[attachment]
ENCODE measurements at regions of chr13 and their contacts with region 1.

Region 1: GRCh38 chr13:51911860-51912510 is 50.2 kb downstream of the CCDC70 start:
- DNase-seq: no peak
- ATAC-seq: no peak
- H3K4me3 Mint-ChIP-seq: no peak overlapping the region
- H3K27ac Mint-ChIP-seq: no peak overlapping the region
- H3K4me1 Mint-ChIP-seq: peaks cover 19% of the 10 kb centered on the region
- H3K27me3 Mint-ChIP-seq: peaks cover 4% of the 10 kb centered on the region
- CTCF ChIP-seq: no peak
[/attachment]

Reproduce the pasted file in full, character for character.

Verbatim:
ENCODE measurements at regions of chr13 and their contacts with region 1.

Region 1: GRCh38 chr13:51911860-51912510 is 50.2 kb downstream of the CCDC70 start:
- DNase-seq: no peak
- ATAC-seq: no peak
- H3K4me3 Mint-ChIP-seq: no peak overlapping the region
- H3K27ac Mint-ChIP-seq: no peak overlapping the region
- H3K4me1 Mint-ChIP-seq: peaks cover 19% of the 10 kb centered on the region
- H3K27me3 Mint-ChIP-seq: peaks cover 4% of the 10 kb centered on the region
- CTCF ChIP-seq: no peak